We have two main traditions in our family: milkshakes on Christmas Eve and, when the weather cools in October, a trip to a local pumpkin patch. Here is my two-year-old enjoying being outside. He was really into sitting on pumpkins and looking cool with my sunglasses on.
I just attempted to do a YouTube yoga workout for moms and toddlers. The mom and toddler in the video were serene and cute, whereas I was falling over most of the time, and my kid spent the first half looking upside down at me saying, “Mommy. Mommy. Mommy. Mommy. Mommy,” and the second half sitting on me, trying to pull me back up, climbing on my back, and finally, when he could bear no more, lying face down on the ground and saying, “This is the worst. God.”
I took my two-year-old for a well visit today. I always get kind of anxious during the part where the nurse asks questions about development. Does he throw a ball? Does he respond to his name? I can’t explain why, but I always have this minor fear that he won’t be doing something “normal,” like that time she asked if he blows kisses at nine or twelve months, and I thought, I’ve never blown a kiss to him! How would he know that?
Maybe this explains why I became a smug little shit when she asked, “Does he know fifty words?” and “Does he put two words together?” I made this little sound, a kind of righteous scoff, and told her, “He uses coordinating conjunctions. So yeah.”
He is “perfectly normal,” the doctor said of his height and weight. Which is what every parent basically wants to hear, at least as a baseline. He is right at the 50th percentile, not extraordinarily tall or short.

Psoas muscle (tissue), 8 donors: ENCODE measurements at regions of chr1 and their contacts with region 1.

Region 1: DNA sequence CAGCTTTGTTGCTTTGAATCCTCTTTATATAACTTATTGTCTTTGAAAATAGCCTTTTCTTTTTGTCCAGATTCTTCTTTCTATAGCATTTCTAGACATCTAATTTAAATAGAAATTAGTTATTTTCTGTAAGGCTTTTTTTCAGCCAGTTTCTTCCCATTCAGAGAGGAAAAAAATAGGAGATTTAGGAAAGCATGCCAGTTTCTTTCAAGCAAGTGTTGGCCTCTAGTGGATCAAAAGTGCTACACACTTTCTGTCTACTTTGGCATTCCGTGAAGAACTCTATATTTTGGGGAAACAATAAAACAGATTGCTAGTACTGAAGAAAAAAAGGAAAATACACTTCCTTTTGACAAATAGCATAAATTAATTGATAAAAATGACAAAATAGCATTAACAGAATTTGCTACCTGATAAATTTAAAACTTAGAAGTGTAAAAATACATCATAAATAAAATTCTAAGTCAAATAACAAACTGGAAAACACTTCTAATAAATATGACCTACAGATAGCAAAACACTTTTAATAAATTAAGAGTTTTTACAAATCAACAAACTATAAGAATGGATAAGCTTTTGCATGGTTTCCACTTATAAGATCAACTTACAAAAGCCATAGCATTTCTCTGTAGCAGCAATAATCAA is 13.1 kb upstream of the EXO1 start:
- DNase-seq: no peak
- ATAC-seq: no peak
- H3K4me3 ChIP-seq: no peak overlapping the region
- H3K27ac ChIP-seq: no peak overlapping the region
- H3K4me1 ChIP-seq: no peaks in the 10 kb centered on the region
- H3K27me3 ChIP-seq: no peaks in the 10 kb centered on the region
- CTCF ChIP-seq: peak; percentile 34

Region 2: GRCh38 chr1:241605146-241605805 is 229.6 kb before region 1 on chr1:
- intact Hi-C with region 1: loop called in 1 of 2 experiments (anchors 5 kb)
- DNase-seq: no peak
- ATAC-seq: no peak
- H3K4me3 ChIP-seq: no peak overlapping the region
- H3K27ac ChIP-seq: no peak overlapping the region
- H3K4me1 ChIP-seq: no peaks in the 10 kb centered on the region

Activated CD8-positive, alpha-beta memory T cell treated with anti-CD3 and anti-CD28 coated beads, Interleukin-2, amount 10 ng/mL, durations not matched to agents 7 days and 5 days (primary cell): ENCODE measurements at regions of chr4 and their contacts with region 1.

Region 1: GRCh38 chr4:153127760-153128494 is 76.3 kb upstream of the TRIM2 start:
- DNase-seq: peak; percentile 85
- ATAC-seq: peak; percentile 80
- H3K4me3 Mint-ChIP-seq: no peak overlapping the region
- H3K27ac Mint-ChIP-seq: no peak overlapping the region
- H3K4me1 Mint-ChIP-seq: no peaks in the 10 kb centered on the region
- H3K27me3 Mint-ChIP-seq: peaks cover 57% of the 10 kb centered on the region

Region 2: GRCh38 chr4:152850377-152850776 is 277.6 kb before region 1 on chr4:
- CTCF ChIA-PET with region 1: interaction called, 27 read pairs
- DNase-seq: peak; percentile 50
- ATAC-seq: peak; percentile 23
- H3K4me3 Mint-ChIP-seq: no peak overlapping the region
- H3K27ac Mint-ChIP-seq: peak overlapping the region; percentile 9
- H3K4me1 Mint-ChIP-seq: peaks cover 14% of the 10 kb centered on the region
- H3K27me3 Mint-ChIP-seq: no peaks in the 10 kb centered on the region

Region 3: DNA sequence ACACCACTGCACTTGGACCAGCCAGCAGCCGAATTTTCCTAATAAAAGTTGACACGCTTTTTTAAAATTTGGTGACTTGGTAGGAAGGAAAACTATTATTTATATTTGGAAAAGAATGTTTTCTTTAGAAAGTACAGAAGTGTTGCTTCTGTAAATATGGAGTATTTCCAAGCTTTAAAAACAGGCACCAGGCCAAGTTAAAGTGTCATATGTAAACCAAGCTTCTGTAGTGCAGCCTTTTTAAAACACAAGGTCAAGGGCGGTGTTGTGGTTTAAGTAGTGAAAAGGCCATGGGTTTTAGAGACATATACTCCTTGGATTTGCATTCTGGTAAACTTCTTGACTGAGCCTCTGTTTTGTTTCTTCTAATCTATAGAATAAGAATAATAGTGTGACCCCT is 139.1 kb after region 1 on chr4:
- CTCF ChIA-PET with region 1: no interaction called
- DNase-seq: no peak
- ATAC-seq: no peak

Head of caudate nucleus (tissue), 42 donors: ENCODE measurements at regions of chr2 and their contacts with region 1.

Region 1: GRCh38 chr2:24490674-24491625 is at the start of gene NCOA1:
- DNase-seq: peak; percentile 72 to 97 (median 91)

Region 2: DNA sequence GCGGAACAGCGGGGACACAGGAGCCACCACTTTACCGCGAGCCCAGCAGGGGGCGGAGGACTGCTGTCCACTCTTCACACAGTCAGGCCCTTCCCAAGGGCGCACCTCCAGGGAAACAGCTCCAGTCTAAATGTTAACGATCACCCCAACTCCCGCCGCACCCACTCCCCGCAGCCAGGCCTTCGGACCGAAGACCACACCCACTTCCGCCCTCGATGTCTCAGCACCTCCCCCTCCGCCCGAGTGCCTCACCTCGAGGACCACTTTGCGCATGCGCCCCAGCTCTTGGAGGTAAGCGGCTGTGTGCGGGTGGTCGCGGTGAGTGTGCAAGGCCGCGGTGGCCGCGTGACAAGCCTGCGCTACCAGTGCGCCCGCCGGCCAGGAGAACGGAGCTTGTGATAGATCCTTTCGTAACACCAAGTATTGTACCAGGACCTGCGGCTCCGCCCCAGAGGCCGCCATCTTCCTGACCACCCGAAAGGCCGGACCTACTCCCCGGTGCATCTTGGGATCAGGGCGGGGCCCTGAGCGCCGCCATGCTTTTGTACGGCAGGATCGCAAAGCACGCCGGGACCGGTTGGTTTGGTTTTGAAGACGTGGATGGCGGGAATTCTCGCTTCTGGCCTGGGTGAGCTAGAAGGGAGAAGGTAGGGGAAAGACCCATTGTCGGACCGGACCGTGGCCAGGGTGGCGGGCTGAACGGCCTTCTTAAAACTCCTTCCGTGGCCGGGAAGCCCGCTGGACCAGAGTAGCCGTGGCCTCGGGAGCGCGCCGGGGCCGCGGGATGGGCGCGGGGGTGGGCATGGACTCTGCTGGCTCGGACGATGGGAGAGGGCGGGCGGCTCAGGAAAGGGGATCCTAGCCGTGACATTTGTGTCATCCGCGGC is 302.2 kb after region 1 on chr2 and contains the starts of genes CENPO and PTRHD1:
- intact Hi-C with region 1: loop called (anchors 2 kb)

During the whole visit, my kid said only one word: No.
I used to bristle when people assumed, because he doesn’t say hello or goodbye on command and gives strangers a death stare, that he wasn’t talking yet. At home, with people he knows, he talks a lot. He uses compound-complex sentences. He knows the names of at least as many kitchen gadgets as I do. He can identity about fifty animals, maybe more. After reading a book a couple times, he starts filling in end rhymes.
A woman in the waiting room spoke up during a lull while my kid was sitting in every chair in the waiting room to say, “I don’t even know why people get Dr. Seuss books for little kids. They’re so long. No two-year-old has that attention span.” And I nodded and said, “Oh, for sure.” I didn’t say my kid regularly requests The Cat in the Hat, two or three times in a row.
When I take him shopping, if we pass close to another shopper, he says, “Oh, sorry.”
I am always apologizing. I see that with clarity now.
When my kid talks to his stuffed animals, he says, “Aw, what’s wrong? Are you okay?” He tells me, out of the blue sometimes, “I’m okay. I’m okay.”
I get anxious about the nurse’s development questions because I feel like a “wrong” answer is a reflection of me, of my parenting. What if he can’t really jump off the ground? What does that say about me? Should I be creating obstacle courses to foster jumping? Should I bring him around other kids who jump? Should we read books about jumping? It’s exhausting.